The term “bungalow” can be traced back to the 19th century when the British ruling class set out to build an easily constructed rest house to use during their visits. Charles and Henry Greene are credited as early adopters of this style. A bungalow-style home typically has tapered or squared columns supporting the roof, lots of main floor living space, and a fireplace.
The simple, affordable style grew in popularity in the 1900s in America. There are several styles of bungalow – California style, Michigan style, Chicago style, ranch style – but they all refer to the same type of home.
Made of stone or incorporates stone elements Either one or one-and-a-half stories with a low-pitched roof and a horizontal shape Low eaves with exposed rafters Tapered or squared columns that support the roof Large covered front porches Most of the living spaces are on the main floor with the living room located in the center Lots of built-in cabinetry, shelves and a large fireplace with cabinetry built in on either side
A Craftsman-style home focuses on the value of handmade, well-constructed architecture. They feature beautiful hand-worked materials, exposed beams, low-pitched gable roofs and tapered columns on their porches. Inside you can find custom elements like built-in bookshelves, hand-laid fire places, and window seats.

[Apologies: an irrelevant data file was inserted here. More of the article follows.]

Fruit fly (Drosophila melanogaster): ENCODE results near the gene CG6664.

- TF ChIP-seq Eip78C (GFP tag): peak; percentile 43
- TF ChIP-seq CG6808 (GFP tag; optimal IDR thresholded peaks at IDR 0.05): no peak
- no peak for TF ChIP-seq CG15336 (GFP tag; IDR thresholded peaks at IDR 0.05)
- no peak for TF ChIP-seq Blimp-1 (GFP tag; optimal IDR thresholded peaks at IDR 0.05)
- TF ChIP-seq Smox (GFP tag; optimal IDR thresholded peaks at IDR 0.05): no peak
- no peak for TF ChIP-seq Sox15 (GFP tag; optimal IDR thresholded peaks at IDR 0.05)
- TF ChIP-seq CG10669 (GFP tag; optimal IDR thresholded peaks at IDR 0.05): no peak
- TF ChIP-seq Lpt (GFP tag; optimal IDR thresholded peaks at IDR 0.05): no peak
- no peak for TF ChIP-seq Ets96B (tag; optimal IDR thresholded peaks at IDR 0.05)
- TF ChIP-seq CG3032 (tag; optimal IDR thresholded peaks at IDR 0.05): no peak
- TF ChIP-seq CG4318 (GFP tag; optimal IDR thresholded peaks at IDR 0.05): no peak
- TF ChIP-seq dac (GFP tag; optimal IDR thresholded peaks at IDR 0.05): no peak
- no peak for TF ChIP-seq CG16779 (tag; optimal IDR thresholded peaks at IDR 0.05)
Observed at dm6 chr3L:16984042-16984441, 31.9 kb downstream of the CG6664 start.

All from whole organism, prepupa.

Hand-crafted wood features Exposed beams Large square or tapered columns
Choosing the right home for your lifestyle and personal goals can be tough if you can’t articulate what you’re looking for. Take time to go over some of these home styles with your real estate agent to make sure they know exactly what you’re looking for.
If you’re ready to get on the road to homeownership, speak with a Home Loan Expert today.
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Carla is a freelance writer and Realtor® with a background in marketing, communications and property management. She attended Eastern Michigan University where she received a Bachelors in Arts Marketing and a Masters in Integrated Marketing & Communications.